Overture to Carmen by Georges Bizet
The titles of operas from the Romantic Era have a rather uncanny frequency of acting as an announcement of who will die by the time the curtain falls. Turandot is a notable exception, but one could argue that Puccini died before he had a chance to kill her.
Carmen did not quite enjoy that fate, though it was the last opera of Georges Bizet. The composer sadly did not live long enough after its completion to watch its success after the initially dismal response at the Opéra Comique.
Listed as a Prelude, but more commonly referred to as an overture, the work contains two main elements: a Spanish dance foreshadowing the gypsy in the character of Carmen, and the Toreador’s Song. The choice of that particular aria highlights the testosterone-high introduction of the bullfighter (i.e. the Spanish “toreador”) Escamillo, charming Carmen and highlighting the romantic fickleness that would eventually lead to her murder at the hands of another suitor, Don José.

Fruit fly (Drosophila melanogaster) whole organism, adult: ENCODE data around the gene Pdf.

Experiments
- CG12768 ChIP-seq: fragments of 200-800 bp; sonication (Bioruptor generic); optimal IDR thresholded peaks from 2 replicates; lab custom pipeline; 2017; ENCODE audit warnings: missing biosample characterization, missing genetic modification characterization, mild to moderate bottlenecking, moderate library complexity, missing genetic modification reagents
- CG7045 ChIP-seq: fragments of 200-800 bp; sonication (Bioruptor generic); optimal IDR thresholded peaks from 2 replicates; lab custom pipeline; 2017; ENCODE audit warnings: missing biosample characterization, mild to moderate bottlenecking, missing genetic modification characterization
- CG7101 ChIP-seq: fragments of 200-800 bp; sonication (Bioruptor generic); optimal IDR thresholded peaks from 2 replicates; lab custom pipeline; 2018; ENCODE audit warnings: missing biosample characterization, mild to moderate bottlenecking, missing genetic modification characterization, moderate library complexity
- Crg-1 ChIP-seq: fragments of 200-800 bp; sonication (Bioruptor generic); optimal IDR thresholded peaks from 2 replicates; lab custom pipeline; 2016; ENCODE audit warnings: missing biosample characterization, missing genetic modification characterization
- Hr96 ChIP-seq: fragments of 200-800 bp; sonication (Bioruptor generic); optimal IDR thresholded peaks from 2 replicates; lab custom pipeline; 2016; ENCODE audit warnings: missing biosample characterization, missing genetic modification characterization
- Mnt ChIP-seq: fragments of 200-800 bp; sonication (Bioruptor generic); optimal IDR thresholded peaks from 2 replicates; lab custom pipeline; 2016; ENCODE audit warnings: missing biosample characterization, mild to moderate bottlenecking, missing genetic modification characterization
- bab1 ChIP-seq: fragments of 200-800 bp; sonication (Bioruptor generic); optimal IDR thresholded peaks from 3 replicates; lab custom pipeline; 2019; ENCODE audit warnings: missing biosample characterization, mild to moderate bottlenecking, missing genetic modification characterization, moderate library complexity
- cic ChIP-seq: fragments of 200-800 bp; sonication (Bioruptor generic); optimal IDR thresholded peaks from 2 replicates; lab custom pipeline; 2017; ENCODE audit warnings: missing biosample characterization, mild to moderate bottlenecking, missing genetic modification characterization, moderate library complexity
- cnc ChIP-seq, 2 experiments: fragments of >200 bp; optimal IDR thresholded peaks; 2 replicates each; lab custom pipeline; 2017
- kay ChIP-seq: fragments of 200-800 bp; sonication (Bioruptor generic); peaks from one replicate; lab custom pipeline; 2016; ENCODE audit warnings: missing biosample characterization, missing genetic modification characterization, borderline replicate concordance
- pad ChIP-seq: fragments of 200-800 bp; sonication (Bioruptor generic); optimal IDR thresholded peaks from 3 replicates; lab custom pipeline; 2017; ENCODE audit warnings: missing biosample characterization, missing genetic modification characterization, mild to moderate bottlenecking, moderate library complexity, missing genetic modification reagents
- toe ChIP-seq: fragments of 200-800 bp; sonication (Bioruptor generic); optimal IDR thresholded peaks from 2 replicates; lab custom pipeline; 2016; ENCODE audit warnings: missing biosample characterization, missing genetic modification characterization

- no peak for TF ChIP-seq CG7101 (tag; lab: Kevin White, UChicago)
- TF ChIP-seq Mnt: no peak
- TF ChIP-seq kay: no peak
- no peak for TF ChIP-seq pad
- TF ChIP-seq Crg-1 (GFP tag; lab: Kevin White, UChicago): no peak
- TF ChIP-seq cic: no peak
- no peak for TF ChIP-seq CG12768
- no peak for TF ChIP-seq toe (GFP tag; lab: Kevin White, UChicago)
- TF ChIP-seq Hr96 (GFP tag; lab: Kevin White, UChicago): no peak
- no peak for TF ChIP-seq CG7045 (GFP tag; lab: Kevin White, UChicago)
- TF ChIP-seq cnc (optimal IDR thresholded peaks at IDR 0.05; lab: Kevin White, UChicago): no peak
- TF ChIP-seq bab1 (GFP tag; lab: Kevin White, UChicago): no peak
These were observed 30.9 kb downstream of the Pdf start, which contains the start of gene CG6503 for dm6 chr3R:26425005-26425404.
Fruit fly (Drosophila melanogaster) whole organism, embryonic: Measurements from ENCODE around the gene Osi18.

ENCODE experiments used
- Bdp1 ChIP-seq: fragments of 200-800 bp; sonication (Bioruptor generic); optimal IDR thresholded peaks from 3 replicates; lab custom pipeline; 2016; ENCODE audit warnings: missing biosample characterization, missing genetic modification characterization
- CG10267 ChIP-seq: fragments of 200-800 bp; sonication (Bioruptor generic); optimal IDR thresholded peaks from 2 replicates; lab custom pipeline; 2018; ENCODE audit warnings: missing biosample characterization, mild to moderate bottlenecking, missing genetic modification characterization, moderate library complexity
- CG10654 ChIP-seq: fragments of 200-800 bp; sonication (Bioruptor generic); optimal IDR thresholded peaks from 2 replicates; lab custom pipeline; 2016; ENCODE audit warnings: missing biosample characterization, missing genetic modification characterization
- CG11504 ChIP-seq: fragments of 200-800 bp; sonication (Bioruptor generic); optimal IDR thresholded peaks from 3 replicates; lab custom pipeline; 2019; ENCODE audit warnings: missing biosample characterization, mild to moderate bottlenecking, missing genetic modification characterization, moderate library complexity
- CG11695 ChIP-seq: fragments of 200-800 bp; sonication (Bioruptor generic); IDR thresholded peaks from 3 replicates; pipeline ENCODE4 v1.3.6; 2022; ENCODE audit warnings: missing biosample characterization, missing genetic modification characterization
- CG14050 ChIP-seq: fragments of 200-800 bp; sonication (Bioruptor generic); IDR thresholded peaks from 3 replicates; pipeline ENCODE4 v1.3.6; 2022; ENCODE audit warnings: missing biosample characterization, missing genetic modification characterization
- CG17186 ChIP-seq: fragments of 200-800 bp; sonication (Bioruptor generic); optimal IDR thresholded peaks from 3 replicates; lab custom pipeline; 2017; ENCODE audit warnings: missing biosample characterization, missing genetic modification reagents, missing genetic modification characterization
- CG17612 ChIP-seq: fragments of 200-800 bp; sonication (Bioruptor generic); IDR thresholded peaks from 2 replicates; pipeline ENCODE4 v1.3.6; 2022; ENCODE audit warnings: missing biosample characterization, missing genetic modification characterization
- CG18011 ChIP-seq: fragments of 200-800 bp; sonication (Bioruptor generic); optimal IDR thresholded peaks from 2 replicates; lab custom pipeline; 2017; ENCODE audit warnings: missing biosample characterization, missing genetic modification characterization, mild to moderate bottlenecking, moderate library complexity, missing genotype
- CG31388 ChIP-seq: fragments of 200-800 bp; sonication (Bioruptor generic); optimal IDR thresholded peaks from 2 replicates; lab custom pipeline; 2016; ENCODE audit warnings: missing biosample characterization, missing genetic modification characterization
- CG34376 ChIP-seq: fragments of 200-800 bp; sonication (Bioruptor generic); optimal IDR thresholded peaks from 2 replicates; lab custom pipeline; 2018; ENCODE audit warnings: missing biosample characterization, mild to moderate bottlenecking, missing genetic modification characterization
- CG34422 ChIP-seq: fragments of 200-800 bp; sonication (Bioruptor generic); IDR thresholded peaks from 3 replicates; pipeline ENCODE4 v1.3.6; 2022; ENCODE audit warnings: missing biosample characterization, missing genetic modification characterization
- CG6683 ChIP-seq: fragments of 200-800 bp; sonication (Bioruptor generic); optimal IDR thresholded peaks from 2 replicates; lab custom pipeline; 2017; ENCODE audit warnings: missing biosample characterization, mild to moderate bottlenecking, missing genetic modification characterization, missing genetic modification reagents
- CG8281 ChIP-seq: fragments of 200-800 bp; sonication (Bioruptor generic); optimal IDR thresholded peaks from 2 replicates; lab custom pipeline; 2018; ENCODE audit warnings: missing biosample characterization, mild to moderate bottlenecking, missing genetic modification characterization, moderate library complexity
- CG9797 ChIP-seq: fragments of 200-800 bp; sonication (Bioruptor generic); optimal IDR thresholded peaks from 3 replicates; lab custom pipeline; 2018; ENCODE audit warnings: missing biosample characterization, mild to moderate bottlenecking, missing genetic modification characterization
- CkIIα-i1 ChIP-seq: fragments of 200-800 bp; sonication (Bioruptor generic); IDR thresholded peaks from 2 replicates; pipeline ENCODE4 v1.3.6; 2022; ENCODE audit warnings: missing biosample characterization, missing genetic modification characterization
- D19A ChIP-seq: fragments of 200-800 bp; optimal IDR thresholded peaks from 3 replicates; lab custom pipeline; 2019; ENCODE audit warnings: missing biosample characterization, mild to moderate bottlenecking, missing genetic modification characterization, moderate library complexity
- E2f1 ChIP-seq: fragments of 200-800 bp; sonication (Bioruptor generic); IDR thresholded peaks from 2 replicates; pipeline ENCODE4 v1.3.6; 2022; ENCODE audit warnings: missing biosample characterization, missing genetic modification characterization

The brilliant melody is sung by the strings, accompanied by a martial brass accompaniment, heralding Escamillo’s call in Act II:
Toreador, on guard!
And, as you fight, just think that from above
Dark eyes send down their regard
With promises of love,
Toreador, with promises of love!
Bizet’s brilliant orchestration also puts the brilliant clash of the cymbals centerstage, and utilizes trills in heightening tension, capturing the spirit of unrequited love and the grandeur of the bullring.
~ Andrew Filmer with reference to Prof. Coby Lubliner for the translation of the original French lyrics.